I’m a fairly easy mark for cheap sentiment, but Unfinished Song put me to the test by repeatedly switching gears. Writer-director Paul Andrew Williams’ most inspired idea was casting Vanessa Redgrave in the key role of Marion—a loving wife and mother who refuses to allow cancer to dim her spirit. She finds joy and purpose singing in a choir at her local community center, led by a lively young schoolteacher (Gemma Arterton). Her taciturn husband (Terence Stamp) resents the group’s relentless optimism. He doesn’t mind taking Marion to and from her sessions but refuses to even step inside; he’s miserable at the thought of losing her and can’t be jollied out of his mordant mood.
It should come as no surprise that Redgrave is luminous; she
refuses to surrender to mawkishness in her portrayal of a dying woman. The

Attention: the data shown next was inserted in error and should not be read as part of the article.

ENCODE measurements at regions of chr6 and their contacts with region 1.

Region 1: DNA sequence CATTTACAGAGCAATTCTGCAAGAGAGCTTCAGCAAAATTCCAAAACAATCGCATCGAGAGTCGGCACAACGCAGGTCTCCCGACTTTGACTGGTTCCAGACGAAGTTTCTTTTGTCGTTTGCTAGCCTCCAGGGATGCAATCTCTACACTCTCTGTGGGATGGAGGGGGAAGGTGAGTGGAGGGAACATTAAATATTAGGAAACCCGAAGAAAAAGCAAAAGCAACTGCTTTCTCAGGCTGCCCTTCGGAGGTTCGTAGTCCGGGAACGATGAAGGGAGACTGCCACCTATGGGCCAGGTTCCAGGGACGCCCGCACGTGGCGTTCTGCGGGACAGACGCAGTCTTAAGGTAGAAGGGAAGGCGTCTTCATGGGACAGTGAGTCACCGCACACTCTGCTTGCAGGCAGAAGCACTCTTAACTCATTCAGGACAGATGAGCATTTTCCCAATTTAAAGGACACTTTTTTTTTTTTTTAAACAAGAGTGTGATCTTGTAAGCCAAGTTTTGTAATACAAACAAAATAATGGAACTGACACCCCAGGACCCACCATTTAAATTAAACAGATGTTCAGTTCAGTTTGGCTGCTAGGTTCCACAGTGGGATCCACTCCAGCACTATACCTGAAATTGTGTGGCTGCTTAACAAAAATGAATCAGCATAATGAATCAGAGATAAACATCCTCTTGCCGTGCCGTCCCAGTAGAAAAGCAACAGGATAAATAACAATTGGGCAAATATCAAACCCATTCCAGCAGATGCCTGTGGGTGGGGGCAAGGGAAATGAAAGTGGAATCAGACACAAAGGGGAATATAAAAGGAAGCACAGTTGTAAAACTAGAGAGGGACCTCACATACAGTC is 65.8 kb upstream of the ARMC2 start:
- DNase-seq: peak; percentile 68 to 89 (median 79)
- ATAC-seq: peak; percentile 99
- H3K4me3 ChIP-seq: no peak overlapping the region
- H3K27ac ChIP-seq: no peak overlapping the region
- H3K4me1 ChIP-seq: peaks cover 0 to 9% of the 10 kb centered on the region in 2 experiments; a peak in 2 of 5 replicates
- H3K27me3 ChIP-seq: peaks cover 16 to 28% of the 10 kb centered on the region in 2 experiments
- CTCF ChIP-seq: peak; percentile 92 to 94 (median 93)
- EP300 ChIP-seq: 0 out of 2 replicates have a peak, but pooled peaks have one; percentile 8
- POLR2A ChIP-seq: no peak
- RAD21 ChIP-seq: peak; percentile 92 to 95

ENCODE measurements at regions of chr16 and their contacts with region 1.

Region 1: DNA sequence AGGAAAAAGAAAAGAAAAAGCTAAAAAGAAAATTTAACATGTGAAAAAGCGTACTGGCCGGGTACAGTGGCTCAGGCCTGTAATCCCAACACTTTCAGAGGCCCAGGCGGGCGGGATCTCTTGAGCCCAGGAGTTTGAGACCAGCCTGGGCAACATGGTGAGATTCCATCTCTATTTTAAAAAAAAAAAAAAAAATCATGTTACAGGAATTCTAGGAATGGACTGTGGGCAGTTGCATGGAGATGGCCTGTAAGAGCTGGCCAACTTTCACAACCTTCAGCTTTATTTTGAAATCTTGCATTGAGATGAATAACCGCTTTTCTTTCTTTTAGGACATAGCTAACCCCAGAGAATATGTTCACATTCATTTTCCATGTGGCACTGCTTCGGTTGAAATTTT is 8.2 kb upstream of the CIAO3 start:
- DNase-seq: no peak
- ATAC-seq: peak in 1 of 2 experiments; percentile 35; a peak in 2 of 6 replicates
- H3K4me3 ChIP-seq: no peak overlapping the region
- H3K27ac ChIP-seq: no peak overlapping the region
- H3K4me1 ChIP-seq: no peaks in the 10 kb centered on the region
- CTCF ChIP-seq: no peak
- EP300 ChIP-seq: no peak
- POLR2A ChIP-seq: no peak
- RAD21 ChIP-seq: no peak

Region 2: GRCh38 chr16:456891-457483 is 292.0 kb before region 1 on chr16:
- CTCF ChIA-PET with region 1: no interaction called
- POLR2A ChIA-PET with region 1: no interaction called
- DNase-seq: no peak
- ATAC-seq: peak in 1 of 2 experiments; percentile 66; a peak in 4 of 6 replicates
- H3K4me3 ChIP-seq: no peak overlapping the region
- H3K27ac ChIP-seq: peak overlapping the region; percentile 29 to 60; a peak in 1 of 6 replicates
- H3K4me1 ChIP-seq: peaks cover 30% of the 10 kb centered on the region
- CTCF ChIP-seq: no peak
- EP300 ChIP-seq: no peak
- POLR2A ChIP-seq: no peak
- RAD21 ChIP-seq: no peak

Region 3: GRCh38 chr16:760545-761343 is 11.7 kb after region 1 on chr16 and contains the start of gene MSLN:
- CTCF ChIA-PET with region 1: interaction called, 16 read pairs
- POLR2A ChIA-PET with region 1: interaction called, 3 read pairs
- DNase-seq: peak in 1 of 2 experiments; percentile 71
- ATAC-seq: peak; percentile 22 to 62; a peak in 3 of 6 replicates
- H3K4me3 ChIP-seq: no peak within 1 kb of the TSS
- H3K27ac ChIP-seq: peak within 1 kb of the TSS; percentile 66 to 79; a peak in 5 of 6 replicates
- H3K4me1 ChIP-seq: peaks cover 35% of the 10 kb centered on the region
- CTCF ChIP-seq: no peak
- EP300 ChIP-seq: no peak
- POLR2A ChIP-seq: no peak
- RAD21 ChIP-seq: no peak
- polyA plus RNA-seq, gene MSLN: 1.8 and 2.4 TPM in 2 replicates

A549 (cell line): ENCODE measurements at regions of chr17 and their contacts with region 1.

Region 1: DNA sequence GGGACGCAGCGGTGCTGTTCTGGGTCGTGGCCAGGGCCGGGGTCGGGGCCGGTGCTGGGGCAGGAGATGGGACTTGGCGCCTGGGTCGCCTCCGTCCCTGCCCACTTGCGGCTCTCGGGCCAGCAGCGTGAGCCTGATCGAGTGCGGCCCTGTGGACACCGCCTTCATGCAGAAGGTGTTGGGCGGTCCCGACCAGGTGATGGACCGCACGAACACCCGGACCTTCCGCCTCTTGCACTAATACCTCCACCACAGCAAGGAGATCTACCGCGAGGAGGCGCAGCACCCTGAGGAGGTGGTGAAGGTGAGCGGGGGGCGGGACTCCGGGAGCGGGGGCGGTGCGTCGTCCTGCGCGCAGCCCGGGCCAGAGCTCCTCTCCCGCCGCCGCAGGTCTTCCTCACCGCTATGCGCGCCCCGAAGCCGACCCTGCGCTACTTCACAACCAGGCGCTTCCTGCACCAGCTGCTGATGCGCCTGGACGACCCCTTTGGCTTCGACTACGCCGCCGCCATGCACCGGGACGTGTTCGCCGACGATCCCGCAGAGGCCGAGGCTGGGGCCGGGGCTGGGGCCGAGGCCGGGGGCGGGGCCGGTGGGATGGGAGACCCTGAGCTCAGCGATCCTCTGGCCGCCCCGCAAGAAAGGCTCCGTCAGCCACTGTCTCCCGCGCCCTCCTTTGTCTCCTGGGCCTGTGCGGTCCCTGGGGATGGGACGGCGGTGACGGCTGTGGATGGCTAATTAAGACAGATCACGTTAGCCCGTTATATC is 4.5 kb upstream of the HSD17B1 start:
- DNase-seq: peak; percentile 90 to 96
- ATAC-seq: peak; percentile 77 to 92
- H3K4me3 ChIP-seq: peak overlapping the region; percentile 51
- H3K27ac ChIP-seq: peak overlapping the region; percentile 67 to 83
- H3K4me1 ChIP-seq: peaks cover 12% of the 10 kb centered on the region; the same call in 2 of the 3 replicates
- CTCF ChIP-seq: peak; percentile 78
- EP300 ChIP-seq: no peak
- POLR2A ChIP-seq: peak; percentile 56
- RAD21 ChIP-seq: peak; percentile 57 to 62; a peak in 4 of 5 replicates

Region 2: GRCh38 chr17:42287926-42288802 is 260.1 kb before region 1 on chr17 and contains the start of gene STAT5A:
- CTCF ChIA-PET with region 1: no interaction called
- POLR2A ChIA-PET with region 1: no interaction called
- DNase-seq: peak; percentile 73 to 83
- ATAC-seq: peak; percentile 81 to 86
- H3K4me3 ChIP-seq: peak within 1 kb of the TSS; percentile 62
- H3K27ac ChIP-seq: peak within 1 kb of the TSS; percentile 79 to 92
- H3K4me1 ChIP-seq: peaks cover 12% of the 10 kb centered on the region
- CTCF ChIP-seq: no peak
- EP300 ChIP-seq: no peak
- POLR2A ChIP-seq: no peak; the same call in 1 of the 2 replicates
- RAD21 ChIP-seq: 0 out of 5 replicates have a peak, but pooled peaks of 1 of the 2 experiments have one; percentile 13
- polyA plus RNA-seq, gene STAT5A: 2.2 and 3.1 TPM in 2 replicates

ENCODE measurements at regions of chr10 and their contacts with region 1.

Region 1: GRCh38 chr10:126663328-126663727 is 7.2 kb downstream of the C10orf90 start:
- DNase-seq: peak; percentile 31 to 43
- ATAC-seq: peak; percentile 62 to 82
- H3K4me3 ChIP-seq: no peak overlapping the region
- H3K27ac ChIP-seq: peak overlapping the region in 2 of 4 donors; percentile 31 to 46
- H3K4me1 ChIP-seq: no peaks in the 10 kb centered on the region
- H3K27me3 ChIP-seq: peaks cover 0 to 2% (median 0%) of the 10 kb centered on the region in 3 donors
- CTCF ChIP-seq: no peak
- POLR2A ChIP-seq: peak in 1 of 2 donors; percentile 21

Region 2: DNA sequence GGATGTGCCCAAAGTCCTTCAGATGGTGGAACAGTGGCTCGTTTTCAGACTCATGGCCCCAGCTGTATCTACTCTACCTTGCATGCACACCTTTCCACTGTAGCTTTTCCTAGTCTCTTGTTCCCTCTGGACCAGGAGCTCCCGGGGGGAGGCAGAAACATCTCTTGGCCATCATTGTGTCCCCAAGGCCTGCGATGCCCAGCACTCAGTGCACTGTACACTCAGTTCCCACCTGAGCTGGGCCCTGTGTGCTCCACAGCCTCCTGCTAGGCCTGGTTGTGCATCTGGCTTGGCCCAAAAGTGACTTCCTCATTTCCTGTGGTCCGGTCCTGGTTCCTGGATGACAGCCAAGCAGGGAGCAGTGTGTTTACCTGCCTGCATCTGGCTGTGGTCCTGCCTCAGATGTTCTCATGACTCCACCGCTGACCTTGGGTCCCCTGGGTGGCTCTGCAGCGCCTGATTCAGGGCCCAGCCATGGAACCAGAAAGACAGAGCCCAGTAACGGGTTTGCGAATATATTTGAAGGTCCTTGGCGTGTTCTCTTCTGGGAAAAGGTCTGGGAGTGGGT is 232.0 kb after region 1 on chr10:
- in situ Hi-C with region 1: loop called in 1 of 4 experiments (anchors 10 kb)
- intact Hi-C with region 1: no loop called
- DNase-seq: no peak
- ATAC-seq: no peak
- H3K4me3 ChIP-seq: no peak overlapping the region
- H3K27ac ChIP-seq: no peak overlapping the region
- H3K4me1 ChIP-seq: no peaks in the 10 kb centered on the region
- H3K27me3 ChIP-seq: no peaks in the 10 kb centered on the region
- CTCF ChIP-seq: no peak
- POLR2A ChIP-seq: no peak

highlight of the movie, which I won’t spoil by describing in detail, features
her solo rendition of a moving song. (Elsewhere, Arterton’s character finds
delight in having her aged choristers sing such incongruous numbers as “Love
Shack” and “Let’s Talk About Sex.” I’m not kidding.)
I can’t fault the actors or their performances. Arterton is
adorable, and Stamp does his best with a character whose evolution isn’t always
credible. But it’s Vanessa Redgrave who validates Unfinished Song. Too bad the film as a whole isn’t as honest and
moving as she is.